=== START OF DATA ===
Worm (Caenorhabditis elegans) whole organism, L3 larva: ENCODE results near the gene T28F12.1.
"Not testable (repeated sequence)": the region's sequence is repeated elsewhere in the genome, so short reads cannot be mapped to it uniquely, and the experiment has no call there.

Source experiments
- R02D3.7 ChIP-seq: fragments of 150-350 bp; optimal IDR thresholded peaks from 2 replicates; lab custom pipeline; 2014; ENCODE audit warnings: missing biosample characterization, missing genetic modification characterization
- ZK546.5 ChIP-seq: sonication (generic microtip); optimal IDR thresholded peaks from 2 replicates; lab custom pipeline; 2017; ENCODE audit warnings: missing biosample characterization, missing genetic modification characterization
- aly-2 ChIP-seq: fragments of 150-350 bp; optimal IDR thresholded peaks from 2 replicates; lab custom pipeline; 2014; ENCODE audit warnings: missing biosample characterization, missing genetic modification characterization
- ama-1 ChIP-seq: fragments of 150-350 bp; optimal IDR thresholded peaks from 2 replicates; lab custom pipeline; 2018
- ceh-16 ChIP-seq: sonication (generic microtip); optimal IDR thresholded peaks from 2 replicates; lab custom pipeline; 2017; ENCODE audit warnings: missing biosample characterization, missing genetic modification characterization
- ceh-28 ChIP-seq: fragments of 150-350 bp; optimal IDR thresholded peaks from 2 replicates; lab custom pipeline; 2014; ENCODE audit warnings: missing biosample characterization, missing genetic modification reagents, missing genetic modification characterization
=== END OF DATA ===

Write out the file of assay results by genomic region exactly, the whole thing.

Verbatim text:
Worm (Caenorhabditis elegans) whole organism, L3 larva: ENCODE results near the gene T28F12.1.
"Not testable (repeated sequence)": the region's sequence is repeated elsewhere in the genome, so short reads cannot be mapped to it uniquely, and the experiment has no call there.

Source experiments
- R02D3.7 ChIP-seq: fragments of 150-350 bp; optimal IDR thresholded peaks from 2 replicates; lab custom pipeline; 2014; ENCODE audit warnings: missing biosample characterization, missing genetic modification characterization
- ZK546.5 ChIP-seq: sonication (generic microtip); optimal IDR thresholded peaks from 2 replicates; lab custom pipeline; 2017; ENCODE audit warnings: missing biosample characterization, missing genetic modification characterization
- aly-2 ChIP-seq: fragments of 150-350 bp; optimal IDR thresholded peaks from 2 replicates; lab custom pipeline; 2014; ENCODE audit warnings: missing biosample characterization, missing genetic modification characterization
- ama-1 ChIP-seq: fragments of 150-350 bp; optimal IDR thresholded peaks from 2 replicates; lab custom pipeline; 2018
- ceh-16 ChIP-seq: sonication (generic microtip); optimal IDR thresholded peaks from 2 replicates; lab custom pipeline; 2017; ENCODE audit warnings: missing biosample characterization, missing genetic modification characterization
- ceh-28 ChIP-seq: fragments of 150-350 bp; optimal IDR thresholded peaks from 2 replicates; lab custom pipeline; 2014; ENCODE audit warnings: missing biosample characterization, missing genetic modification reagents, missing genetic modification characterization